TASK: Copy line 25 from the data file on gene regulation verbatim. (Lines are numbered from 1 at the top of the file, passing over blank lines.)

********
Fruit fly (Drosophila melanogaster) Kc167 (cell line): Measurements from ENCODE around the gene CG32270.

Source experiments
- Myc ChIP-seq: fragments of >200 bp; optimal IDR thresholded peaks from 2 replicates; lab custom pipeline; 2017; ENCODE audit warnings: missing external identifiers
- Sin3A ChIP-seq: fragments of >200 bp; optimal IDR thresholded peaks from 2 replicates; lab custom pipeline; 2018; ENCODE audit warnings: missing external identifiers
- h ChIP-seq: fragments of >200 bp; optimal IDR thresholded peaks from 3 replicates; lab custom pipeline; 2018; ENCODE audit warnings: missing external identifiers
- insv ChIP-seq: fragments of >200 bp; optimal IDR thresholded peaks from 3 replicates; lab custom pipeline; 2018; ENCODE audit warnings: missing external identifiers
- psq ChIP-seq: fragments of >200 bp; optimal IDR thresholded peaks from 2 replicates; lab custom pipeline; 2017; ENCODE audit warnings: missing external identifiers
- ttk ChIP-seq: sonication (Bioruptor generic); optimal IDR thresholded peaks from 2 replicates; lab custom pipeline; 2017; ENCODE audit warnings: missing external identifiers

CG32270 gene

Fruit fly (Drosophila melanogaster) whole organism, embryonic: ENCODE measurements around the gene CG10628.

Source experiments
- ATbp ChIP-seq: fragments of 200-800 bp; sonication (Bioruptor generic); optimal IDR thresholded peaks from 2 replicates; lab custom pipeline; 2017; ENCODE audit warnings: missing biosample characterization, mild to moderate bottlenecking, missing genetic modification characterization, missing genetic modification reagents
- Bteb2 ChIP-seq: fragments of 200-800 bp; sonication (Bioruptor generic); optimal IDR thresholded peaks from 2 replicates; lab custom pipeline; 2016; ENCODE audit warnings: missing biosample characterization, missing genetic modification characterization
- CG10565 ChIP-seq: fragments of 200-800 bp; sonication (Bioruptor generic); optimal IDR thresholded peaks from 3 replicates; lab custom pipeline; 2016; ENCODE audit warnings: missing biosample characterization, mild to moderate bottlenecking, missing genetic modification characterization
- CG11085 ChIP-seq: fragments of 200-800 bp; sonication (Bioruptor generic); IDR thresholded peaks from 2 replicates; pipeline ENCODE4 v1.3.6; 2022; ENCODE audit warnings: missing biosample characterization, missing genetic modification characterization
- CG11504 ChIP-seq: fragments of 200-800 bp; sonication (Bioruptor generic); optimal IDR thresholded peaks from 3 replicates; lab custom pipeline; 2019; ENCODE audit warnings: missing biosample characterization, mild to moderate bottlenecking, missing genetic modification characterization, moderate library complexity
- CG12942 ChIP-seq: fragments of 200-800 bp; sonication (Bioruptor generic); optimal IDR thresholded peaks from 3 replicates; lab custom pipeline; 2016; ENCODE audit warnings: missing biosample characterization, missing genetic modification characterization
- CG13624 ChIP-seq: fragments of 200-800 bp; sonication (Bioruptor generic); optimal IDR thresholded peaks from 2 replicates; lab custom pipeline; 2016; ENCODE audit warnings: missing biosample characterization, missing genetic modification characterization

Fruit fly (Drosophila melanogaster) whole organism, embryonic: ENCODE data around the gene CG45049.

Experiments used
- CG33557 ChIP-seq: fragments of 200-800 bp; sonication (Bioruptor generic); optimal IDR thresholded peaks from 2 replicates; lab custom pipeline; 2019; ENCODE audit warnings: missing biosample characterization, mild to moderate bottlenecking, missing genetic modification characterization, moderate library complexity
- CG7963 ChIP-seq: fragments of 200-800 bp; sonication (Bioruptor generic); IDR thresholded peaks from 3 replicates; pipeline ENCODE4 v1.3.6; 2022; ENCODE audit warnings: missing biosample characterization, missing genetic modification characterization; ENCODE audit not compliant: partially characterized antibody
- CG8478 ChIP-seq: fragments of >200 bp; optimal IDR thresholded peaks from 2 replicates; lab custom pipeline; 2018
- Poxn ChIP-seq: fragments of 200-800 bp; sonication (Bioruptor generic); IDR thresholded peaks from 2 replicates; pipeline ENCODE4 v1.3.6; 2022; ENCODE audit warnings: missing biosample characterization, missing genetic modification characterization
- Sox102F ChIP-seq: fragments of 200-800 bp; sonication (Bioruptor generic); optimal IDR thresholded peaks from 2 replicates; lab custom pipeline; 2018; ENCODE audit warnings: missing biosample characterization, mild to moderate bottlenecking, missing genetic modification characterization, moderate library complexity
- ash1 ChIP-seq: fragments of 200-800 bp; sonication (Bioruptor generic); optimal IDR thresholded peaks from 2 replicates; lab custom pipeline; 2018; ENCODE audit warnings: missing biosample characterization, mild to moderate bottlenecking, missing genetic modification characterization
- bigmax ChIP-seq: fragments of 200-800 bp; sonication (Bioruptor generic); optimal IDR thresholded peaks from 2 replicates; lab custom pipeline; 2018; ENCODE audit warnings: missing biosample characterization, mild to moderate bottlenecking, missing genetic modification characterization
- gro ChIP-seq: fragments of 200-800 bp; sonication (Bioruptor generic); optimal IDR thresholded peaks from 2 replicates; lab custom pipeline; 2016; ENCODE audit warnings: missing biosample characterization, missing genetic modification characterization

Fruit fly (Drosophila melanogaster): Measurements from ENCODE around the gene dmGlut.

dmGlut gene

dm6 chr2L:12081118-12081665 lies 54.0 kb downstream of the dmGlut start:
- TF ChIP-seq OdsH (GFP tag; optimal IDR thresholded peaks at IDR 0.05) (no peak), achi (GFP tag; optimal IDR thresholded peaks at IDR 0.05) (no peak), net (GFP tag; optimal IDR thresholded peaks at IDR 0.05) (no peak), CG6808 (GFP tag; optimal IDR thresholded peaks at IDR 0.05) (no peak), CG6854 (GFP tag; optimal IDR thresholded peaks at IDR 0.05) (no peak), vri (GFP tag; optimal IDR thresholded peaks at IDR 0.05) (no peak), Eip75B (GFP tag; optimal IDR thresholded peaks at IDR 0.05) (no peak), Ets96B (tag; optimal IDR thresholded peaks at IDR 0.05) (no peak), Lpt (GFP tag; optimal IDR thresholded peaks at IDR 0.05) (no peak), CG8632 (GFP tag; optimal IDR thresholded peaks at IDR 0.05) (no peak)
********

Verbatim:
- Sox102F ChIP-seq: fragments of 200-800 bp; sonication (Bioruptor generic); optimal IDR thresholded peaks from 2 replicates; lab custom pipeline; 2018; ENCODE audit warnings: missing biosample characterization, mild to moderate bottlenecking, missing genetic modification characterization, moderate library complexity